50+ chapters of grad skool advice goodness: Grad Skool Rulz/From Black Power

Written by fabiorojas

October 2, 2014 at 12:01 am

Posted in fabio, social movements

if granovetter wins the nobel, remember that orgtheory called it back in 2007

Thomson Reuters has released a press announcement about their predictions for the 2014 Nobel prizes. They project it based on citation patterns. Check out the section on economics:

Mark S. Granovetter
Joan Butler Ford Professor and Chair of Sociology, and Joan Butler Ford Professor in the School of Humanities and Sciences, Stanford University
Stanford, CA USA

For his pioneering research in economic sociology

Kewl!!! Even if Granovetter never wins, he’ll always be recognized as a leader in sociological approaches to markets. And remember, if he does win – WE CALLED IT IN 2007. And yes, we just based it on citation patterns.

H/T: Umut Koc, who posted this on the Facebook orgtheory group.

50+ chapters of grad skool advice goodness: Grad Skool Rulz/From Black Power

Written by fabiorojas

October 1, 2014 at 12:01 am

Posted in economics, fabio, sociology

the declining role of simulations in sociology

Over the weekend, I got into an exchange with UMD management student Robert Vesco over the computer science/sociology syllabus I posted last week. The issue, I think, is that he was surprised that the course narrowly focused on topic modelling – extracting meaning from text. Robert thought that maybe there should be a different focus. He proposed an alternative – teaching computer science via simulations. Two reactions:

First, topic modelling may seem esoteric to computer scientists but it lies at the heart of sociology. We have interviews, field notes, media – all kinds of text. And we can move beyond the current methods of having humans slowly code the data, which is often not reliable. Also, text is “real data.” You can easily link what you extract from a topic modelling exercise to traditional statistical analysis.

Second, simulations seem to have a historically limited role in sociology. I find this sad because my first publication was a simulation. I think the reason is that most sociologists work with simple linear models. If you examine nearly all quantitative work, you see that most statistical analyses use OLS and its relatives (logits, event history, Tobit. Heckman, etc). There’s always a linear model in there. Also, in the rare cases where sociologists use mathematical models for theory, they tend to use fairly simple models to express themselves.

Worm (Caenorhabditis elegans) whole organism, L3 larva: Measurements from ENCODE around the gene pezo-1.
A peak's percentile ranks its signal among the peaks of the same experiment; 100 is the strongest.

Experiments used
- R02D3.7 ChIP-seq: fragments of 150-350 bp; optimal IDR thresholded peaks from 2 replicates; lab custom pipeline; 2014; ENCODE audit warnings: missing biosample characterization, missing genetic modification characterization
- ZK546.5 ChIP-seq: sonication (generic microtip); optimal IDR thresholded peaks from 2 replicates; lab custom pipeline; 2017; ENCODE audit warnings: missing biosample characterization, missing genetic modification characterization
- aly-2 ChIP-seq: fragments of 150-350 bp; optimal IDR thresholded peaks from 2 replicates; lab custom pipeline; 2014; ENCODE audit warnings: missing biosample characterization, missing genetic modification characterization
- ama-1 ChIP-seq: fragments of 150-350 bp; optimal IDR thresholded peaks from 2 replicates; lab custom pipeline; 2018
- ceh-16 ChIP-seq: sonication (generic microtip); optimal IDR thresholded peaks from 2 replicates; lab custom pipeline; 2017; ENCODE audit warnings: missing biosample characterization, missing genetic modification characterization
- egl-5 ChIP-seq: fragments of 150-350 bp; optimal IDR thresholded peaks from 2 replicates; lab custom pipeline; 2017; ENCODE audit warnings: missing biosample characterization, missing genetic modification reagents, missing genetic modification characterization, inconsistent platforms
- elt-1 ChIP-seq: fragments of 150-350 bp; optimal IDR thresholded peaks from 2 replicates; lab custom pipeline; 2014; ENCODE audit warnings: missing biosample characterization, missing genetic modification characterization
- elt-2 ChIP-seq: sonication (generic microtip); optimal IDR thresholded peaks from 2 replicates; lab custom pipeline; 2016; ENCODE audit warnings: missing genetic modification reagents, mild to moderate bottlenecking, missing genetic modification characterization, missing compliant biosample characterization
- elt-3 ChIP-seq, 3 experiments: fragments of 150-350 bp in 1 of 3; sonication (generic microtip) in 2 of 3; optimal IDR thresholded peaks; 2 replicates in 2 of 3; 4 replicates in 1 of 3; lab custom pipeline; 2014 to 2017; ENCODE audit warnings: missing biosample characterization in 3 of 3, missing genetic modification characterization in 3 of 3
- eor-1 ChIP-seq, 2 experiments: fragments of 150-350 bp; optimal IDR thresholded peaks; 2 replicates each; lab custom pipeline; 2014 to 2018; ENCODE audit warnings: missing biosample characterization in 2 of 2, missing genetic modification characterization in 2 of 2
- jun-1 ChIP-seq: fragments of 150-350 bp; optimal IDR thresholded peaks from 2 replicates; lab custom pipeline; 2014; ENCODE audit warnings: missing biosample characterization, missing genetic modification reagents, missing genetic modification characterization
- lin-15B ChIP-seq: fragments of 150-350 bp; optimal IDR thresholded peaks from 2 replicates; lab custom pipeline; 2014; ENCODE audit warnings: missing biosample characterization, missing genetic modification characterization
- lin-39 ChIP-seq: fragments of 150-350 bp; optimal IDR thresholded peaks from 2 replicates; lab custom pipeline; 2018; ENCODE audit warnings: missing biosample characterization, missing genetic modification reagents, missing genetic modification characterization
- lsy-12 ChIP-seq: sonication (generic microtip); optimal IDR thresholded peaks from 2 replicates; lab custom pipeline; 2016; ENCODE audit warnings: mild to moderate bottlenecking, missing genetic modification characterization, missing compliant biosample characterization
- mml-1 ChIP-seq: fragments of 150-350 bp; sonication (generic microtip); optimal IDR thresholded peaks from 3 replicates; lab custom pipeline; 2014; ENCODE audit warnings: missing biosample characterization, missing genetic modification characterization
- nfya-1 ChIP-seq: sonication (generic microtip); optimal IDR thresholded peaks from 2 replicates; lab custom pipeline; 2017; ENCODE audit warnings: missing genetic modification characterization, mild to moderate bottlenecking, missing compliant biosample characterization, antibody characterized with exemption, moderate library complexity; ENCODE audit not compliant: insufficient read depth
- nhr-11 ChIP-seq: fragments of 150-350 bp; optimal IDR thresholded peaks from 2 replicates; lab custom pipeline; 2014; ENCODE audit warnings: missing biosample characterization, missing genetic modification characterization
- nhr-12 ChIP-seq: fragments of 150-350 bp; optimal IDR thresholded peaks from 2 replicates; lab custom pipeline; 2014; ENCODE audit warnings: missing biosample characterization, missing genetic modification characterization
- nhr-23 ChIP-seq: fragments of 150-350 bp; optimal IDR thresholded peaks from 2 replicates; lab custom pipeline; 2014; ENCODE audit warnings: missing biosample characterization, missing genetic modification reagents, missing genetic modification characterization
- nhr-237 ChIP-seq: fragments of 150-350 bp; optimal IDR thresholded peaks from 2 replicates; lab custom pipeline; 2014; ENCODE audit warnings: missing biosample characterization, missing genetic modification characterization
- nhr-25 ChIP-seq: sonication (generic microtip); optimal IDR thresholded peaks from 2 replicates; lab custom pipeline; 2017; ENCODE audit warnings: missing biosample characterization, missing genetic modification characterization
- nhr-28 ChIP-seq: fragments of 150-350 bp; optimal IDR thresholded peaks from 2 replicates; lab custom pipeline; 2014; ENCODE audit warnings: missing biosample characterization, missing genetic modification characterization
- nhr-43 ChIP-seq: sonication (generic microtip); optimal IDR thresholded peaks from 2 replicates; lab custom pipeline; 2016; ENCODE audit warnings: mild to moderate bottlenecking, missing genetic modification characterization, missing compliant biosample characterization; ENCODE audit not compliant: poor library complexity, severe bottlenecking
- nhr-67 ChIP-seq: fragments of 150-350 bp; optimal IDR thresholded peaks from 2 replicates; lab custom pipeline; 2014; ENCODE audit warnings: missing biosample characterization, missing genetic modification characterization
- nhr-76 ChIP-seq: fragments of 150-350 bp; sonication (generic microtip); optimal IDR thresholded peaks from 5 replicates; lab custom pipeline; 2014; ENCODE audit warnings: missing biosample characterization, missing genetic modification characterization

Simulation is a form of numerical analysis – an estimate of the solutions of a system of equations that is obtained by random draws from the phase space. You would only need to do this if the models were too complicated to solve analytically, or the solution is too complex to describe in a simple fashion. In other words, if you have a lot of moving parts, it makes sense to do a simulation. Since sociological models tend to be very simple, there is little demand for simulations.

Robert asked about micro-macro transitions. This proves my point. A lot of micro-macro models in sociology tend to be fairly simple and stated verbally. For example, many versions of institutionalism predict diffusion driven by elites. Thus, downward causation is described by a simple model. More complex models are possible, but people seem not to care. Overall, simulation is cool, but it just isn’t in demand. Better to teach computer science with real data.

50+ chapters of grad skool advice goodness: Grad Skool Rulz/From Black Power

Written by fabiorojas

September 30, 2014 at 12:01 am

Posted in fabio, mere empirics

hong kong protest – initial questions

HKPRO

From the Guardian.

Right now, pro-democracy protesters are in conflict with police in Hong Kong. I am not a China expert, so my knowledge is limited. A few questions for readers who know more than I do:

  • What lessons have the Chinese state and activists learned from previous rounds of pro-democracy protest?
  • Is this “internally generated?” Or have activists received training and support from outside China?
  • Was this triggered by specific events, or is this a response to the slow assertion of mainland power in Hong Kong?

Use the comments!

50+ chapters of grad skool advice goodness: Grad Skool Rulz/From Black Power 

Written by fabiorojas

September 29, 2014 at 3:32 am

Posted in fabio, social movements

hats and bluegrass. and whiskey. yes, please.

Thile’s Punch Brothers Play “Rye Whiskey.” via guest DJ M&M.

50+ chapters of grad skool advice goodness: Grad Skool Rulz/From Black Power

Written by fabiorojas

September 28, 2014 at 12:01 am